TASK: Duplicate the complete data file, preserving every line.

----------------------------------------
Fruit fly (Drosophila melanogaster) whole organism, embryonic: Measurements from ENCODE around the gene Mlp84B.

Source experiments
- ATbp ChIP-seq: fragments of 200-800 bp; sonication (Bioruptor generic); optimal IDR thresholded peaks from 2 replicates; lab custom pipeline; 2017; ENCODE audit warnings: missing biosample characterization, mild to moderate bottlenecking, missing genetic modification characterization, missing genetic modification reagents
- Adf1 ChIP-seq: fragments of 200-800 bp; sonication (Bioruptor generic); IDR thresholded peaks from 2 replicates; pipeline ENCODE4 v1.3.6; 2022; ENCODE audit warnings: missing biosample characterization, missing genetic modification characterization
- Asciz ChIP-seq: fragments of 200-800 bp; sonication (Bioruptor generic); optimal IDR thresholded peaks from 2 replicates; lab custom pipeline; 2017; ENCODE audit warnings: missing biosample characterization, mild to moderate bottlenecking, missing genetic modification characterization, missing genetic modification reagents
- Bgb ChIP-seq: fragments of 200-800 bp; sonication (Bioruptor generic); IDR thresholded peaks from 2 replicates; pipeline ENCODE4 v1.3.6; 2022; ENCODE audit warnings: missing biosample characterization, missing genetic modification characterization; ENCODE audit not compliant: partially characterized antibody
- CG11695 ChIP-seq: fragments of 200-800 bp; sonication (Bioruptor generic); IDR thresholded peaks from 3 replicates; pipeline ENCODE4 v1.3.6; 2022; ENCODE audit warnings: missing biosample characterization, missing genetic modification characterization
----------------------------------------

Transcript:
Fruit fly (Drosophila melanogaster) whole organism, embryonic: Measurements from ENCODE around the gene Mlp84B.

Source experiments
- ATbp ChIP-seq: fragments of 200-800 bp; sonication (Bioruptor generic); optimal IDR thresholded peaks from 2 replicates; lab custom pipeline; 2017; ENCODE audit warnings: missing biosample characterization, mild to moderate bottlenecking, missing genetic modification characterization, missing genetic modification reagents
- Adf1 ChIP-seq: fragments of 200-800 bp; sonication (Bioruptor generic); IDR thresholded peaks from 2 replicates; pipeline ENCODE4 v1.3.6; 2022; ENCODE audit warnings: missing biosample characterization, missing genetic modification characterization
- Asciz ChIP-seq: fragments of 200-800 bp; sonication (Bioruptor generic); optimal IDR thresholded peaks from 2 replicates; lab custom pipeline; 2017; ENCODE audit warnings: missing biosample characterization, mild to moderate bottlenecking, missing genetic modification characterization, missing genetic modification reagents
- Bgb ChIP-seq: fragments of 200-800 bp; sonication (Bioruptor generic); IDR thresholded peaks from 2 replicates; pipeline ENCODE4 v1.3.6; 2022; ENCODE audit warnings: missing biosample characterization, missing genetic modification characterization; ENCODE audit not compliant: partially characterized antibody
- CG11695 ChIP-seq: fragments of 200-800 bp; sonication (Bioruptor generic); IDR thresholded peaks from 3 replicates; pipeline ENCODE4 v1.3.6; 2022; ENCODE audit warnings: missing biosample characterization, missing genetic modification characterization